Caution: Vegetarians, look away.
In the northern province of Ilocos in the Philippines, there is a gem that can rival the place’s turquoise beaches, colonial architecture, and awe-inspiring rock formations. This treasure is called bagnet, and it comes in the form of a sinful, majestic deep-fried slab of pork.
Bagnet is a product of the locals’ – called Ilocanos – ingenuity, tracing its roots to the early days when food storage was not as sophisticated as it is today. Back in the day when refrigerator was unheard of, the Ilocanos came up with ways to effectively preserve pork meat whenever a pig was slaughtered. They boiled large parts of meat in water seasoned with salt, peppercorns, garlic, and bayleaf. Boiling in water was only the first step; next was boiling it in lard for 2-3 hours. Once cool and the fat had been drained from the meat, they would fry it another time before they served it. This process, called bagnettin, was the locals’ way of preserving pork for long periods of time.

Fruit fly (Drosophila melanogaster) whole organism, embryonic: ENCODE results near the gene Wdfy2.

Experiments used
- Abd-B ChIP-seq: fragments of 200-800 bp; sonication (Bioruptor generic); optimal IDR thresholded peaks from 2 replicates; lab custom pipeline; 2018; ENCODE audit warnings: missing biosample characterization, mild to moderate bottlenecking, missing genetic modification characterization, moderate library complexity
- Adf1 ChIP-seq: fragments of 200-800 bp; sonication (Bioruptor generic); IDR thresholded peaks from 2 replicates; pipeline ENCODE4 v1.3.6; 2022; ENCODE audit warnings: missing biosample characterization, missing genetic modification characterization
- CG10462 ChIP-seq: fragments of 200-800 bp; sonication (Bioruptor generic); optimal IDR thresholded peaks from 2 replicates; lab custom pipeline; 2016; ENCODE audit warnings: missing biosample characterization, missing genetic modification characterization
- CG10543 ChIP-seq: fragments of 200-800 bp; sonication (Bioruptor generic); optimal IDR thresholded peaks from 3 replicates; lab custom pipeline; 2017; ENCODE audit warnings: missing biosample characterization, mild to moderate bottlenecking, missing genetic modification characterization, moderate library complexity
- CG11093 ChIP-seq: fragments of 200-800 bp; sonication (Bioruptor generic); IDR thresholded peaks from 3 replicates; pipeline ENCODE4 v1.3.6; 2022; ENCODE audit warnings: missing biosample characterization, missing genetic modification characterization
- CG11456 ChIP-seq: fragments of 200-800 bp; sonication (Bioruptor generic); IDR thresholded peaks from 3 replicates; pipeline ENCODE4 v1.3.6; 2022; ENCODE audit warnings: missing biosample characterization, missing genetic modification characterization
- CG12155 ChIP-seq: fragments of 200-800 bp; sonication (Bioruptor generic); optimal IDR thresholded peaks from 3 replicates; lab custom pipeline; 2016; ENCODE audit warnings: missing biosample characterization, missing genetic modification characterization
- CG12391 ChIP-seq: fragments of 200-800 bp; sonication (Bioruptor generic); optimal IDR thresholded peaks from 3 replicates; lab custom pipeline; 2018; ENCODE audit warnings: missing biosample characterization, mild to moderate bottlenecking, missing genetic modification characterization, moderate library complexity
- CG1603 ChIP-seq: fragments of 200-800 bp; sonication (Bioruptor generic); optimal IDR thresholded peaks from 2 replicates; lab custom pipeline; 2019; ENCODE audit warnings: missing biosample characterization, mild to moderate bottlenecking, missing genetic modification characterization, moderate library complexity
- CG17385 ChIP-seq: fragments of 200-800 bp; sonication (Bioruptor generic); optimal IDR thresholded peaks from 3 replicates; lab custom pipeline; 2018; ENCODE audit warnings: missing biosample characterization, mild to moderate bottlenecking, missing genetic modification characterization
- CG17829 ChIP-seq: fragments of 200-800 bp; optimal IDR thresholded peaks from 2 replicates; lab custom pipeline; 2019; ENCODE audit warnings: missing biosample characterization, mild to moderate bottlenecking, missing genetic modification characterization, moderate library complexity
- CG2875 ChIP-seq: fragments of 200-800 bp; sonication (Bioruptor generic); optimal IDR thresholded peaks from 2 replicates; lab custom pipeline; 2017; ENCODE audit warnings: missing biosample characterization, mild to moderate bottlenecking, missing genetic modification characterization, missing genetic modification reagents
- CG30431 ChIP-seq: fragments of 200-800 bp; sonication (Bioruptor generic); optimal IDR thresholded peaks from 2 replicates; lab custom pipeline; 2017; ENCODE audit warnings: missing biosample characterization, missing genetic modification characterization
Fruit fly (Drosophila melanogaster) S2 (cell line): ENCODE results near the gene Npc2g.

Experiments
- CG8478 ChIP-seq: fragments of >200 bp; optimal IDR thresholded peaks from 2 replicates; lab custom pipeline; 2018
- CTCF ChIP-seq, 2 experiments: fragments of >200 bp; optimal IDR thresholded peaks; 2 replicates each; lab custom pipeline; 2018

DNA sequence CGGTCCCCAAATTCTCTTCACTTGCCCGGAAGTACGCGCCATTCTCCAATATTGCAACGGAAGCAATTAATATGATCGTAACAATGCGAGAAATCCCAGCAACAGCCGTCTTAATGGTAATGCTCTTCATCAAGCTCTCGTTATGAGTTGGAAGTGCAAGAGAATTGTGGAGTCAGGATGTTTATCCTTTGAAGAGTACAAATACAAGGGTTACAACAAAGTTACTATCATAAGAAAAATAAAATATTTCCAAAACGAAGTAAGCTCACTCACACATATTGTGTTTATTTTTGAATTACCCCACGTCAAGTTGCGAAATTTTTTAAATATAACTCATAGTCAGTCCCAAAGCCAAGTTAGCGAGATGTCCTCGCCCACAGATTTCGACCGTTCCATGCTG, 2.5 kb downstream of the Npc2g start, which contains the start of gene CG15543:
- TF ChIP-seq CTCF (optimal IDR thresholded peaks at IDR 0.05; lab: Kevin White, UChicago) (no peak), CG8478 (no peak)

Now that almost every household is equipped with a refrigerator, locals and travelers alike still have a hankering for bagnet – and it’s easy to see why; every bit of this native delicacy is a thing of perfection. The bagnet experience starts with the delicate crisp of a perfectly crackled skin, and as the teeth sink a tiny bit lower to the greasy layer of fat, you close your eyes and savor the deliciousness that is both sinful and heavenly. You then move on to the well-cooked flesh that is the just right balance of crispy and flaky, the kind that makes you wonder how something so crispy can melt in your mouth so flawlessly. A native kind of salad composed of tomatoes, onions, and anchovy sauce makes the experience even better.
Bagnet will remind you of a forbidden love story, one that is constantly characterized by unbridled waves of desire, that leaves you with profound feelings of guilt and yet yearning for more.